A pump is just a manually actuated piston. On a pump’s downstroke, a check valve (that allows air flow in one direction) seals the piston chamber, resulting in air being pressurised as the pump is compressed. That pressure increases until it exceeds that inside the tyre.

At this point, a second one-way valve will allow air to flow from the pressurised pump chamber into the tyre. You extend the pump again, the check valve opens to refill the chamber with air and you repeat the process.

To prevent the pressure in the tyre leaking back out, the second check valve at the base of the pump closes. If it wasn’t there, the pump would just shoot open again.

Presta valves will close automatically, but the sprung Schrader valves are usually held open by a pin in the pump valve attachment (this means you don’t need any extra effort when pumping to overcome the pressure exerted by the spring).

Lezyne Gravel Floor Drive Pro head
This is the head (or chuck) of the pump.
Nick Clark / Our Media

The head of the pump is also known as the chuck.

The pump head (or chuck) is the part that attaches the pump to the valve and forms an airtight seal over the valve. Two designs exist: threaded and push-on with a locking lever. Most pumps nowadays are also adaptable to either Schrader or Presta valves.

They will either feature two different attachment points or an adjustable chuck that can be changed to suit both types.

For larger pumps (and many mini pumps too), the chuck is often on a hose, preventing your pumping force from damaging the valve.

Pumps will often include a pressure gauge to check the pressure inside your tyre.

How often should I pump up my tyres?

We'd recommend checking your tyre pressure with a pump or gauge but you can pinch the tyre to check if you're in the rough ballpark.
We’d recommend checking your tyre pressure with a pump or gauge, but you can pinch the tyre to check if you’re in the rough ballpark.
Jack Luke / Our Media

We’d advise checking your tyre pressures before every ride.

If you’re leaving a bike in storage, we’d recommend topping up the tyre pressure periodically because the inner tube can perish if it’s left deflated over time.

At the very least, you should give the tyre a quick squeeze by hand to confirm it’s around a suitable pressure.

No, it’s not super-accurate, but you’ll quickly get a feel for the pressure in your tyres and be able to tell whether they need pumping up or not.

Alternatively, you could invest in one of the best tyre pressure gauges.

Why do I need to pump up my bike tyres?

Intense Tracer 279 Expert full suspension mountain bike
Your tyres are the main connection between your bike and the road or trail.
Andy Lloyd / Our Media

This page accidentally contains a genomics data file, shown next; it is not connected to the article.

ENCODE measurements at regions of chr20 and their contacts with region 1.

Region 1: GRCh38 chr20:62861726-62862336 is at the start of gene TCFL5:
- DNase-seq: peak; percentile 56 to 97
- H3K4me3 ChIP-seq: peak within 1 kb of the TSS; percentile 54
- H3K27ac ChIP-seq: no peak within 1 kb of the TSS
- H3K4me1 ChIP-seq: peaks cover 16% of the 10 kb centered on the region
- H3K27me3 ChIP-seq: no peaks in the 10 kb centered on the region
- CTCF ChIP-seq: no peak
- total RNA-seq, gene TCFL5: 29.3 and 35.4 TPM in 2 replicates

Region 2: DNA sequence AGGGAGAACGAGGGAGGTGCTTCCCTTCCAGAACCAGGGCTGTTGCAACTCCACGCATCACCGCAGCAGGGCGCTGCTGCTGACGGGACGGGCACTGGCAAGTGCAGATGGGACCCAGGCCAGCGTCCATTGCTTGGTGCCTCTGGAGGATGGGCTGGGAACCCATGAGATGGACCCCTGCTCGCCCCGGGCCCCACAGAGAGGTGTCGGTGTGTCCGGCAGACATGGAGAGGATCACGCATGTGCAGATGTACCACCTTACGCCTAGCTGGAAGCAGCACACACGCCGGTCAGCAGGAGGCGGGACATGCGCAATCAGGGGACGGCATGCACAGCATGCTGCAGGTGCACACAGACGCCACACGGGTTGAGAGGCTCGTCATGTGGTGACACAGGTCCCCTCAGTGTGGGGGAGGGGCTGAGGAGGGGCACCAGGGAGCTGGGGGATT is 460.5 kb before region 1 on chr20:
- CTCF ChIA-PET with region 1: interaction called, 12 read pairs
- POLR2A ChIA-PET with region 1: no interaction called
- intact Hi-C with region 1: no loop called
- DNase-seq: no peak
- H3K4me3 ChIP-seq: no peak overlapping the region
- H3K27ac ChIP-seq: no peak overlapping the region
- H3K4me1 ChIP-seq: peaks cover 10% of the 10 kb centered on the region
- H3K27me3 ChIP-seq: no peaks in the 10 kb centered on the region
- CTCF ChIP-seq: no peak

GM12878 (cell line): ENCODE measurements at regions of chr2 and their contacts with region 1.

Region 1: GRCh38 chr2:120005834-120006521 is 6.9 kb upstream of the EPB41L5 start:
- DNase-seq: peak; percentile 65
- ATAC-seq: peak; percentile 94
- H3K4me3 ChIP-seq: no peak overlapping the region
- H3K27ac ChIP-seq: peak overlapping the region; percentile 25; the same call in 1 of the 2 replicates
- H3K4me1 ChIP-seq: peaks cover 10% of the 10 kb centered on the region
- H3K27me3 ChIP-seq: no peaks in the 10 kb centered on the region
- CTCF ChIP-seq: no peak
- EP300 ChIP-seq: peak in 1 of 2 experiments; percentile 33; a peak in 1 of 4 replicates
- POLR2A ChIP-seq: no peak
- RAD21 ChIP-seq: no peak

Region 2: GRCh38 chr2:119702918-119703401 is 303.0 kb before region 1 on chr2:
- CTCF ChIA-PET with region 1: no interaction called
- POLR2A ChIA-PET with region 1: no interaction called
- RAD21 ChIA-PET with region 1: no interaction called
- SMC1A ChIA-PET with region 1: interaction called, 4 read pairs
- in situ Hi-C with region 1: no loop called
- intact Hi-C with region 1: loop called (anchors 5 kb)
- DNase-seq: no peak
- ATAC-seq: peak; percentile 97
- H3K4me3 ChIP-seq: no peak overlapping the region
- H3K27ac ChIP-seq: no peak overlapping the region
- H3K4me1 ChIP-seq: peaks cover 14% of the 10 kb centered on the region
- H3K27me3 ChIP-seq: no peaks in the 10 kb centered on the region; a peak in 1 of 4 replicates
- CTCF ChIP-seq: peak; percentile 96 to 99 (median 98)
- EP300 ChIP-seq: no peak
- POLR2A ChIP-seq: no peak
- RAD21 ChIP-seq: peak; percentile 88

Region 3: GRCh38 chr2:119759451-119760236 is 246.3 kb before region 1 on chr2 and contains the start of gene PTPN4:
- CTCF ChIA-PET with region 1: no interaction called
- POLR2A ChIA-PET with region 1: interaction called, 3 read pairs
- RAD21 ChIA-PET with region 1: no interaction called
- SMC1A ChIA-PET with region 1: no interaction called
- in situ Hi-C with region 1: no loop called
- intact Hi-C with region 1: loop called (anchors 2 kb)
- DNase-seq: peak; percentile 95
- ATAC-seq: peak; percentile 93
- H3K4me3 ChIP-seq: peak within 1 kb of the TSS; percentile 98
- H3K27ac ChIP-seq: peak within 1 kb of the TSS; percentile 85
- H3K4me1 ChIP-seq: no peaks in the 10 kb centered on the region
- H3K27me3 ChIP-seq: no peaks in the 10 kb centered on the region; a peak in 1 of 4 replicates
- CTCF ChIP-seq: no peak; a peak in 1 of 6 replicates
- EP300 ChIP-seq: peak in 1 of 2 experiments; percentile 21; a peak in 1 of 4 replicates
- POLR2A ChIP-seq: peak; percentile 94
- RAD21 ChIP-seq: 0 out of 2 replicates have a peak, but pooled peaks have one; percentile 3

Pneumatic tyres were invented to get over the bone-jarring ‘ride quality’ of solid wheels.

The air inside acts as a spring, providing suspension for you and enabling the tyre to conform to the terrain, providing better traction and grip.

Pumping up your tyres is a quick job that can easily improve your enjoyment while riding. Running the wrong tyre pressure will negatively affect the way your bike rides and can also make it more prone to punctures.

How does my tyre hold air?

Slime 29x47-55 inner tube
In most cases, an inner tube lives between your tyre and rim.
Simon von Bromley / Immediate Media

The vast majority of bikes will use an inner tube. This is an airtight tube that fits inside the circumference of the tyre, with a valve for pumping it up that you see on the outside.

The tyre, when inflated by the tube, is what grips the ground and provides protection from punctures.

You may have heard of tubeless tyres, which forgo a tube and use a specific rim and tyre to seal air without the need for a tube. These usually require tubeless sealant inside, which is a liquid that plugs any points where air is escaping.

Tubeless tyres are more commonly found on the best mountain bikes and best gravel bikes, but the technology is also becoming increasingly popular on the best road bikes.

The fact there is no inner tube means you remove the risk of pinch-flatting (when your inner tube is pinched by the rim, causing a puncture). This means you can run tubeless tyres at lower pressures than those with an inner tube setup, for improved comfort, speed and traction.

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You also get tubular tyres for road or cyclocross, although these are typically reserved for racing scenarios. This is essentially a tyre with the tube sewn into it, but they are rarely seen or used outside of professional racing.